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I have a WCF service running inside a windows service on a remote machine. In the WCF service's contract, I have a method that takes a long time to run set up as

[OperationContract(IsOneWay = true)]
void Update(myClass[] stuff);

Everything works fine, the method gets called, I can see what it needs to do start getting done.

The problem is when I go to close the instance of the WCF service in my code, it times out and I get:

The socket connection was aborted. This could be caused by an error processing your message or a receive timeout being exceeded by the remote host, or an underlying network resource issue. Local socket timeout was '00:02:00'.

I thought the one way contract allowed me to fire and move on. Is there something I am missing? If not are there workarounds for this?

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2 Answers 2

up vote 2 down vote accepted

Your "Update" is a method on the service.

When you open the wcf client, a connection to the service remains open until you call Close (or Abort).

You are probably not calling close, and it is therefore remaining open until it timesout.

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I don't understand how this is the accepted Answer. In Matt's question, he says, "The problem is when I go to close the instance of the WCF service in my code, it times out". So, he is closing the WCF service and it is still causing the timeout exception –  Garry English Jun 29 '12 at 15:40
    
@GarryEnglish he did not come back with what the problem really was, but I think that he was closing the service when he should have been closing the client proxy. –  Shiraz Bhaiji Jun 29 '12 at 17:39

The ServiceContract attribute on your service's interface definition defaults the SessionMode property to SessionMode.Allowed, i.e.,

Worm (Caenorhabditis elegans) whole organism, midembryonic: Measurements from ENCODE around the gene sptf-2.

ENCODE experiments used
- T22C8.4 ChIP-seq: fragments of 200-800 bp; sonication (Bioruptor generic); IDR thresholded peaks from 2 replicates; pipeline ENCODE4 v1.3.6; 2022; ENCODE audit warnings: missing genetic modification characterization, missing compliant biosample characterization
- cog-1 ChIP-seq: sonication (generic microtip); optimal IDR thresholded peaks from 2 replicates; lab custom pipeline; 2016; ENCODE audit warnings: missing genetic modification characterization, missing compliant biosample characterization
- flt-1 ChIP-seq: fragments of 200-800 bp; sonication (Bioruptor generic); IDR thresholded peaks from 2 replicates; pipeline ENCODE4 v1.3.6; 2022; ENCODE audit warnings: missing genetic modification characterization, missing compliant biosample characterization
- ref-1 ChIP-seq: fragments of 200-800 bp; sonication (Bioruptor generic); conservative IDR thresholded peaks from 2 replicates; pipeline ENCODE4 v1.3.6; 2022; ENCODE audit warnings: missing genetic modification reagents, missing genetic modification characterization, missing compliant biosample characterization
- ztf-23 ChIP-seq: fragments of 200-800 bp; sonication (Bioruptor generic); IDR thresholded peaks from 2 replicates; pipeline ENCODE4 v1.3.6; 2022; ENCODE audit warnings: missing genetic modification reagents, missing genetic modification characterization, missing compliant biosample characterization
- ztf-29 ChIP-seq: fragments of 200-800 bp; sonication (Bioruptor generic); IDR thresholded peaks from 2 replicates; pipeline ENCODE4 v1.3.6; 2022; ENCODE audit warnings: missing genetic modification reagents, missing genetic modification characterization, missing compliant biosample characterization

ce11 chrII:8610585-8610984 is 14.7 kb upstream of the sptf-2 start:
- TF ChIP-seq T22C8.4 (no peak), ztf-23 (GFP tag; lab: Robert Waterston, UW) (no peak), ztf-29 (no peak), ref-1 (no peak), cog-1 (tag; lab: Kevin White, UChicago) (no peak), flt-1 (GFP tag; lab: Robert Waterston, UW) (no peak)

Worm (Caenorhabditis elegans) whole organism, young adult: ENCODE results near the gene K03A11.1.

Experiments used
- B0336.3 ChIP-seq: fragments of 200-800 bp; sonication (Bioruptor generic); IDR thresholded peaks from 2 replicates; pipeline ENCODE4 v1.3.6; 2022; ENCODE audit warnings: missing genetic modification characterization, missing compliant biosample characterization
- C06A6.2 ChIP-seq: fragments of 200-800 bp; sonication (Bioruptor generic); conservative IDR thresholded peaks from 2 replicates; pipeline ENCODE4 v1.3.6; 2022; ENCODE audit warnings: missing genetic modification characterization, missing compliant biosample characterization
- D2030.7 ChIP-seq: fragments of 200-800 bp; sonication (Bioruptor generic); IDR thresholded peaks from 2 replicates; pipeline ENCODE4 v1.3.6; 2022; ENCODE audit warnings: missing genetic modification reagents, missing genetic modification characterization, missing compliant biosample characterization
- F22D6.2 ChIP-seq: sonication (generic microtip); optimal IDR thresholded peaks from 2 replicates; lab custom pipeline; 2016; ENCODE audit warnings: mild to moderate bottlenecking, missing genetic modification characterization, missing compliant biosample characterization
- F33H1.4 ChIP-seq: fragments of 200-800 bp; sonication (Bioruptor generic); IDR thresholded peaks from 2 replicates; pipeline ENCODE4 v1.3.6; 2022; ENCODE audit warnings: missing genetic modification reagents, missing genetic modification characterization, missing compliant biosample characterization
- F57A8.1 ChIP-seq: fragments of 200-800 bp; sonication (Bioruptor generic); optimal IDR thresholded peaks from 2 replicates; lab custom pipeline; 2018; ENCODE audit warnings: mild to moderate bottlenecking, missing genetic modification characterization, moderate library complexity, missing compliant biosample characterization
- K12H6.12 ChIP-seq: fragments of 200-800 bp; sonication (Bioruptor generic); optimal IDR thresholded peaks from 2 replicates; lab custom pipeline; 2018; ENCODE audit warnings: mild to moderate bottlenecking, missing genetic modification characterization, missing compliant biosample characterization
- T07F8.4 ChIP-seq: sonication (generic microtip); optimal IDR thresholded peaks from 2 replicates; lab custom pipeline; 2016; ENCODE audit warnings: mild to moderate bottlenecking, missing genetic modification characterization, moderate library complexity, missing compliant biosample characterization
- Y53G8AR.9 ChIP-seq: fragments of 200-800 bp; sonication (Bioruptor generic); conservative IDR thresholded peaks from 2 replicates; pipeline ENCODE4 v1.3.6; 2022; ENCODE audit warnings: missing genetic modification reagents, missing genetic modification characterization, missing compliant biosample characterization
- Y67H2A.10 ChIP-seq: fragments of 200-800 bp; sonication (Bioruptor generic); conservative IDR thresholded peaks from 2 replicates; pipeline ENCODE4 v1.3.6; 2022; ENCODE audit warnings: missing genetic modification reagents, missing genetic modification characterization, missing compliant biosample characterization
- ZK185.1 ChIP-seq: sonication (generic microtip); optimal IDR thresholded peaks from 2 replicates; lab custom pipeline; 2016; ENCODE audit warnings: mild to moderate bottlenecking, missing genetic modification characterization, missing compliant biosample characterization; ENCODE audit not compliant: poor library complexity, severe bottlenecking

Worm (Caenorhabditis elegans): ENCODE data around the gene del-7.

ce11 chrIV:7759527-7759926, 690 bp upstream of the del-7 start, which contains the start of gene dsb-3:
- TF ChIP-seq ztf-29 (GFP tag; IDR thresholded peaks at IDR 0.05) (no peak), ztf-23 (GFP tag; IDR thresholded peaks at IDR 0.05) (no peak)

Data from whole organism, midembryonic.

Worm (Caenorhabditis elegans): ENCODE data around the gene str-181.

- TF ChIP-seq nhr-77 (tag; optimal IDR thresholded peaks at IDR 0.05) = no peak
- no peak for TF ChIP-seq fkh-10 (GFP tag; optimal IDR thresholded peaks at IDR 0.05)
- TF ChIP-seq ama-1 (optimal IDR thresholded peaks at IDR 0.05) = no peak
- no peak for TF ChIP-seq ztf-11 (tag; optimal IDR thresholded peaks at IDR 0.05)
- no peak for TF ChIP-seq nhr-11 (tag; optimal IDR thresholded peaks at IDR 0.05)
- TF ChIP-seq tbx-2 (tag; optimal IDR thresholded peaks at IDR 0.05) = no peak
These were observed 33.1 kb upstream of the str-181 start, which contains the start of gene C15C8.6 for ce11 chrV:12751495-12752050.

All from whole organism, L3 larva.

[ServiceContract(SessionMode = SessionMode.Allowed)]
public interface IMyContract
{
    [OperationContract(IsOneWay = true)]
    void Update(myClass[] stuff);
}

According to Juval Lowy's Programming WCF Services,

...when the SessionMode property is configured with SessionMode.Allowed, it merely allows transport sessions, but does not enforce it. The exact resulting behavior is a product of the service configuration and the binding used.

Thus, if you are using the WSHttpBinding with security or reliable messaging, the NetTcpBinding, or the NetNamedPipeBinding, then the service will behave as a per-session service. This simply means that as long as the client proxy has not been closed, a session will still be in place between the service and the client. By closing the client proxy as suggested by Shiraz should fix this.

Juval's book also says this with regard to one-way operations:

If the number queued messages has exceeded the queue's capacity, then the client will block, even when issuing a one-way call. However, one the call is queued, the client is unblocked and can continue executing, while the service processes the operation in the background.

So while one-way operations do allow for fire-and-forget operation, you can still run into cases where your client may block.

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.... unless you make your one-way call an async call - in that case, you'll return right away with no blocking ever –  marc_s Sep 2 '09 at 20:41
    
marc, how do you do that? –  Matt Davis Sep 2 '09 at 20:45

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